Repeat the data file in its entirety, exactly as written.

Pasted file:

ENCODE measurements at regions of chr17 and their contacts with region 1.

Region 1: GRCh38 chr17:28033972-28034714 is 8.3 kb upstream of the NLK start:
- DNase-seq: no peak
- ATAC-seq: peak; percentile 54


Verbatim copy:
ENCODE measurements at regions of chr17 and their contacts with region 1.

Region 1: GRCh38 chr17:28033972-28034714 is 8.3 kb upstream of the NLK start:
- DNase-seq: no peak
- ATAC-seq: peak; percentile 54